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A Humorous View of Infertility

Hello to Everyone,

This month will mark my 26th year as a full-fledged Reproductive Endocrinologist. As many of you know, I started my career as a founder of the NYU Fertility Center, where I have proudly remained since. Those of you who have met me know that I do like being friendly and informative, but overall I am pretty serious when it comes to working with my patients to help them conceive. Infertility is a very serious, deeply personal problem that can become physically and emotionally (on so many levels) demanding. 

I would like to help you lighten the load a bit by introducing you to a book that takes a humorous approach to infertility and its treatment. I present to you:


Book Description: Hilariously Infertile is on a mission to make others who have struggled with infertility, laugh (perhaps while their feet are still in the stirrups and their vaginas are enjoying the fresh air of the fertility clinic). It is a comedic, self-deprecating, look into the harsh, scary, and often sad world of infertility. Hilariously Infertile will make you laugh out loud while wishing you could have a glass of wine with the author and discuss how you relate to her story. The author pokes fun at the infertility world, with jokes, such as, equating the constant gynecological exams to her sluttiest days in college, and wondering if her husband will be home in time to stick it (the IVF ass shot) into her butt.
The book is available at:


About the Author:
Karen Jeffries is a fourth grade dual language teacher outside of New York City. She does not consider herself a writer by trade, but she did write a hilarious book about infertility, which she has been sharing with her followers for years. Karen is infertile and funny! This combination is equal parts unlikely and spectacular. In her spare time, she loves to spend time with her family and apply numerous layers of face cream, due to her recent realization that she is on the slippery slope to forty years old. More than anything Karen hopes to help other women through their infertility treatments, one laugh at a time.

This book is truly relatable for any person suffering with infertility. It shows us that we are not alone. Hilariously Infertile gave me an outlet to laugh during some of my darkest days. Thank you Hilariously Infertile for breaking the silence of infertility.
~ Mary Gilliard
Ontario, Canada
After reading Hilariously Infertile I felt instant relief that someone was feeling the same way as me! I could not wait for the next chapter so I could laugh instead of cry. Not only did this book make me feel like I was not alone, it inspired me to join the movement in breaking the silence of infertility.
~ Jaime Maldonado
Port Chester, New York
Karen Jeffries has a way of explaining the most vulnerable and heartbreaking situation a woman can be placed in, in a way that makes it not only tolerable, but humorous. By reading this book I am able to realize that I’m not the only one going through this incredibly lonely journey. I found myself nodding my head as I read because we all have the same crazy thoughts, but Karen was the one brave enough to put the words down on paper.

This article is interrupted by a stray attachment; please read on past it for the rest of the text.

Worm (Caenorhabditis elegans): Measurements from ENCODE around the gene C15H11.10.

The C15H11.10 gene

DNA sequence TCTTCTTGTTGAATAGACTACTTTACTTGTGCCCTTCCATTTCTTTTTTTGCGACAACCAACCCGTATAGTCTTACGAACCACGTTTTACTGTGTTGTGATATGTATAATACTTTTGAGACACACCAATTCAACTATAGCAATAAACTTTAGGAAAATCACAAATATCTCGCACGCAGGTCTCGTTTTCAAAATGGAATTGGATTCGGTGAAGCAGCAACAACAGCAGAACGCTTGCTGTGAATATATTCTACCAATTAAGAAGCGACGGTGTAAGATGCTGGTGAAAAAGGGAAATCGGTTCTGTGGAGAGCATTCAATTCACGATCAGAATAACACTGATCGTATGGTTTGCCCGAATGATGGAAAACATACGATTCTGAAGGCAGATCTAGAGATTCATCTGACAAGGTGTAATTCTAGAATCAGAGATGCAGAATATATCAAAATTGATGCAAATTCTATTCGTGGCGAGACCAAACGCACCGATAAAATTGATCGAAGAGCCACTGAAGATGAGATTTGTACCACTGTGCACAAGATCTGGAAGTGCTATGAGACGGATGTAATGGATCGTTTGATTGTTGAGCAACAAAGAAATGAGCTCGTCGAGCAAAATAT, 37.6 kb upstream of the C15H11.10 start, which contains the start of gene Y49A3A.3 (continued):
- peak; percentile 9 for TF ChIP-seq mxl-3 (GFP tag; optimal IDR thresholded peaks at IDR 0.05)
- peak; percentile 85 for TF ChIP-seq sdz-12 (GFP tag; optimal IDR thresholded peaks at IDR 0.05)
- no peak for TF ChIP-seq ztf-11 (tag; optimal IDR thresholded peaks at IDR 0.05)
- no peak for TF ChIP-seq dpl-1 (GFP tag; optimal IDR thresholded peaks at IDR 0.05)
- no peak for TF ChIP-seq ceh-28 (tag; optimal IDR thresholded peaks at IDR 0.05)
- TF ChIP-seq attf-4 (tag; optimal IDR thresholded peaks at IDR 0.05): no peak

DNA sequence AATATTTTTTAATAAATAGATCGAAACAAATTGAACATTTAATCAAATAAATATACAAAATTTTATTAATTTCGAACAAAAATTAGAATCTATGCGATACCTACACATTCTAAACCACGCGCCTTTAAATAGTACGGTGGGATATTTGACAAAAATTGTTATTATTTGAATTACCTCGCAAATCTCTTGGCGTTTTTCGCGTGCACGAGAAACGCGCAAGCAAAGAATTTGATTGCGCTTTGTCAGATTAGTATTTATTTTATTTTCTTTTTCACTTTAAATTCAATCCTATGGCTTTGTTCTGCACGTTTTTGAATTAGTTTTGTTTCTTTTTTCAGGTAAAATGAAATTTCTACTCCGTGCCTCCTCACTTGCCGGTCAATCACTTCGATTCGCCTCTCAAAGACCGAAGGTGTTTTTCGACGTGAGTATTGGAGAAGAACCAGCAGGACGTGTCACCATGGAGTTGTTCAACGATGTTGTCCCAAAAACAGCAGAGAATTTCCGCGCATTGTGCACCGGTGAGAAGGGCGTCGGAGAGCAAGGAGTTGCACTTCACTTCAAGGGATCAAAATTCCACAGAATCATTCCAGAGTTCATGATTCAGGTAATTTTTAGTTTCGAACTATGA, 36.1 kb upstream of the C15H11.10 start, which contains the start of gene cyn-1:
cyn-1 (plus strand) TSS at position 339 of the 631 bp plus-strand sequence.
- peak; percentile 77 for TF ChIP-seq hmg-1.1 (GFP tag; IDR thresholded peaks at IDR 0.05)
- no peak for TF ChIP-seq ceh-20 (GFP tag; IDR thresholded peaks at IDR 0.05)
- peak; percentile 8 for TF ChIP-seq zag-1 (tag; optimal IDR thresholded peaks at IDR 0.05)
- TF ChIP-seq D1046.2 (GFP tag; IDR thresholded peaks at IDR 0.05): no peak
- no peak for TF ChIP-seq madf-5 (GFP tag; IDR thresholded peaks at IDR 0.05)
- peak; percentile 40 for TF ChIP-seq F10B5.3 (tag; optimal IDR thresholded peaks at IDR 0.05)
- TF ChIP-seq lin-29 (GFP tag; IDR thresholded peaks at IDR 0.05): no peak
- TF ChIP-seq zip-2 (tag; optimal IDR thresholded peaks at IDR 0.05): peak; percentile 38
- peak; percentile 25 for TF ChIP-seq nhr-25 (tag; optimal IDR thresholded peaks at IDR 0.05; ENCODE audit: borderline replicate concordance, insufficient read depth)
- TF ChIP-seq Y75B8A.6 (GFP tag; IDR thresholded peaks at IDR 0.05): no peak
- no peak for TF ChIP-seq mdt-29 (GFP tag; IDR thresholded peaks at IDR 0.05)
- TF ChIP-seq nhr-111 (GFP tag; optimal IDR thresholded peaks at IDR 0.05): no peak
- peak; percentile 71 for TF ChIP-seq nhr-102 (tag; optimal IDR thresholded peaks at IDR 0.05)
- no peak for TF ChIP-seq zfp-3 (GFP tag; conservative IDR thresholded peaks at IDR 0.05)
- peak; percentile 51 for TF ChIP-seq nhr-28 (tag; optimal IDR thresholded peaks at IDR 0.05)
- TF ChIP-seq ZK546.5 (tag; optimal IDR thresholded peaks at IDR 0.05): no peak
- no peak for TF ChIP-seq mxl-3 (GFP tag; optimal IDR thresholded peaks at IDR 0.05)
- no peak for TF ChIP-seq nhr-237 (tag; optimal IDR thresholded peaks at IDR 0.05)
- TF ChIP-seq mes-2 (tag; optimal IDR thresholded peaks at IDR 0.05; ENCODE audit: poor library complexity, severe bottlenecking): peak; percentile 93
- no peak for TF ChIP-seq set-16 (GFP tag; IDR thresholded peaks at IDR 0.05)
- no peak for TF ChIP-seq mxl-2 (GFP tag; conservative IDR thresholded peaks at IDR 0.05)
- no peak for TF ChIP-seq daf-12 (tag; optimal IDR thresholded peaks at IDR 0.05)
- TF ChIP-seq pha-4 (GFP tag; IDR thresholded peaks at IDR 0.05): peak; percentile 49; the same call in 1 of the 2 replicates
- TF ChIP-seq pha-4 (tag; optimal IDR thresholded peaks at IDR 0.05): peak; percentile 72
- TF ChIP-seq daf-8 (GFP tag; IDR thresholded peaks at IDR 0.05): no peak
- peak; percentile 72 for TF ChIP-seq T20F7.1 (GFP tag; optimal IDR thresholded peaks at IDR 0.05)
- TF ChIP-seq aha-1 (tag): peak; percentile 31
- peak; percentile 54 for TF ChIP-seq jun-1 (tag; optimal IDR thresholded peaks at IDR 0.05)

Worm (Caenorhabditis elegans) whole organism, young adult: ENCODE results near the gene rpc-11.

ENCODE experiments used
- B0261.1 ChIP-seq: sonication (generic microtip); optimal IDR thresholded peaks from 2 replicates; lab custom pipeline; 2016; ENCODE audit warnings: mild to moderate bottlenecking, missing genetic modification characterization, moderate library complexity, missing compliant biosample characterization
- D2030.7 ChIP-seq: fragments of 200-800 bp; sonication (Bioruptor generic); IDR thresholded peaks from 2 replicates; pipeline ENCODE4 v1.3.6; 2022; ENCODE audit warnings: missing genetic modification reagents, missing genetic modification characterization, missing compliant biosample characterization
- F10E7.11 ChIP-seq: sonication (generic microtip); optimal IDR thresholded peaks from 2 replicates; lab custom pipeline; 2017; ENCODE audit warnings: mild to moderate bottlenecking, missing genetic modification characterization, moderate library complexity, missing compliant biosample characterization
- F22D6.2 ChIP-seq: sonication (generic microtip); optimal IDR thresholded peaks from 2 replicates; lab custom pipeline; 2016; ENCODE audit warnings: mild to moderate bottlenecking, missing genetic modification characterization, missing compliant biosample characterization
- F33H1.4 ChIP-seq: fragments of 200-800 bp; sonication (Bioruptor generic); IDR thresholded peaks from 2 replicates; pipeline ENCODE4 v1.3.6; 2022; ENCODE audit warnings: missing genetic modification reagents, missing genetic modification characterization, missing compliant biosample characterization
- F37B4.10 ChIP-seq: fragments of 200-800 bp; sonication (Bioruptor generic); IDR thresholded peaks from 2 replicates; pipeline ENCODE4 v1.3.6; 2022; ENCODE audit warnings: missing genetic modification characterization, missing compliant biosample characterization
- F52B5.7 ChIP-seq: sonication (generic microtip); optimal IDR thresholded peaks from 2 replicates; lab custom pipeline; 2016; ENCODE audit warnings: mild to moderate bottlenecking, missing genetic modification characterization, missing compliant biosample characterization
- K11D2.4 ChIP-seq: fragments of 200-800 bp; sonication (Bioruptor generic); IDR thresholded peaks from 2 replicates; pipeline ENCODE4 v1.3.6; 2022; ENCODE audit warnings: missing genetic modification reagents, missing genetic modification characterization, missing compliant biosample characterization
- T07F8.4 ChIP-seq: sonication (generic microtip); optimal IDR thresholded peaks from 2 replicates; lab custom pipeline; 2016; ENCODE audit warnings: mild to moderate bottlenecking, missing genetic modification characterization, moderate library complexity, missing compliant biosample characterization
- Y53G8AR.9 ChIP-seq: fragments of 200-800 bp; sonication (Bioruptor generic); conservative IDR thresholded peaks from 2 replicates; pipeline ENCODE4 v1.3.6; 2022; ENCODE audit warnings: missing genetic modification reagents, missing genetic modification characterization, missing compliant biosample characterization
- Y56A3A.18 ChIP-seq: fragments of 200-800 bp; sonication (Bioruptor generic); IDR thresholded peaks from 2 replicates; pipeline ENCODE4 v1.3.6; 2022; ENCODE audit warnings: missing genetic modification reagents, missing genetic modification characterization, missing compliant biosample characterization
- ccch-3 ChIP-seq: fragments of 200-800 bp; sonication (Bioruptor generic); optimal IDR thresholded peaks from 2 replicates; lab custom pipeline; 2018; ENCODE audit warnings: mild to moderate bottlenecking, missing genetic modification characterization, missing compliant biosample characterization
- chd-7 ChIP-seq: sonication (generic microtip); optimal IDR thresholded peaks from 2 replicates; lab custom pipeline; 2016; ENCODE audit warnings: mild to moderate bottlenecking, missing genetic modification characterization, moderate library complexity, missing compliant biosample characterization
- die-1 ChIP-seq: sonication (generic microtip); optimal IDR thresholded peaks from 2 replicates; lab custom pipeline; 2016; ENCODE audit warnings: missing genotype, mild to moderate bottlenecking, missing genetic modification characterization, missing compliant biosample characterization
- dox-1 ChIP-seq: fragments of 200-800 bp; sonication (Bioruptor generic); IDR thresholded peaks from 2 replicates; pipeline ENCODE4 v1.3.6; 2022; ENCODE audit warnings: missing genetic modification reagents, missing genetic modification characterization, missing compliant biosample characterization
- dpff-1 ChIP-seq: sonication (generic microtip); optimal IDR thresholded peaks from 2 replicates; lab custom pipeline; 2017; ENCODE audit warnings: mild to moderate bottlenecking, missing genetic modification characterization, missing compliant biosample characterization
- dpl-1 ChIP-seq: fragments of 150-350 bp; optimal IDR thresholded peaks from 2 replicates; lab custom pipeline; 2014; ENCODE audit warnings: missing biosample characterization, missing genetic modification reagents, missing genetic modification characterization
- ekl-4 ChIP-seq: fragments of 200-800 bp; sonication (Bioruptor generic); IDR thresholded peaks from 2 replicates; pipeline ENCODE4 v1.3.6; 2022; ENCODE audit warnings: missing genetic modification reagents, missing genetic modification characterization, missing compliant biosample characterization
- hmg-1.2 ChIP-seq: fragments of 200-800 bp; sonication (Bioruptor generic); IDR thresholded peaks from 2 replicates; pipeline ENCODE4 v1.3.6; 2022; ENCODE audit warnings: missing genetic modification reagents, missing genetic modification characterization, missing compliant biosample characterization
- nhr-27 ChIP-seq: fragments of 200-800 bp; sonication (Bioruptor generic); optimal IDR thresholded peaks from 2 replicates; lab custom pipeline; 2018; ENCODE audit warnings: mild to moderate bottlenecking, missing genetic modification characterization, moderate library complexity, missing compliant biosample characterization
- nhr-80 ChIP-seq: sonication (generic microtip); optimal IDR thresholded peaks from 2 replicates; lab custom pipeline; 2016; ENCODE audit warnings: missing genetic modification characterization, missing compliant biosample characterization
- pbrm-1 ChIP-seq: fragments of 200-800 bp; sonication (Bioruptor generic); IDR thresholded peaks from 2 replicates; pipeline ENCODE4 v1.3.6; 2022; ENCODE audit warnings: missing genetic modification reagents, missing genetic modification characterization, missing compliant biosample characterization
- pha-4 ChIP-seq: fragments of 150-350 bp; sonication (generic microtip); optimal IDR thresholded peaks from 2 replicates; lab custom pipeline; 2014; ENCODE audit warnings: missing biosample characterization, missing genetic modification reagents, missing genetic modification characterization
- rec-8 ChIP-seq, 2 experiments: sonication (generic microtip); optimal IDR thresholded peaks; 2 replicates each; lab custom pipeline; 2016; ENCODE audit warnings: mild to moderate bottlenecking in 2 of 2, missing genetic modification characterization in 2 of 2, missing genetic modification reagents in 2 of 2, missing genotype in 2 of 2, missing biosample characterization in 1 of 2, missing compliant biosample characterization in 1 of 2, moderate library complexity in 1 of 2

~ Hope
Hilariously Infertile’s followers will love this book. She writes with an engaging voice and tells her story with her trademark sense of humor. Her followers will appreciate reading about her journey while they face their own infertility issues. This book will provide both humor and comfort to anyone struggling to have a family.
~ Dorothy Sasso
Philadelphia, PA
Hilariously Infertile made both me and my lady parts laugh, cry, and most importantly, not feel so alone in the baby making journey called IVF and infertility. Thanks to Karen Jeffries and her honest, irreverent, and real deal tell it like it is book, I can actually feel like an IVF baby making warrior and can hold my head up high in the journey that is infertility.
Leesburg, VA

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The Failed HSG

award winning fertility doctor new york city


Today I will talk about why some women go in for an HSG and leave being told the test could not be done.

This is such a common problem, and it is usually all about the same thing. It’s about technique. The correct technique makes it easy, a different technique makes it unnecessarily difficult.

There are 2 ways to do a HSG. Remember the goal in performing a HSG is to get the dye in the uterus and then have it flow out of the tubes. To achieve this, many doctors slide a catheter through the cervix up into the uterus. This is the problem. If the cervical canal is narrow, whether naturally or as a result of some scarring after surgery, the catheter can’t get in easily. This results in pushing harder, and this causes pain, and pushing harder still may just jam the catheter against the side of the cervix. This leads to failure.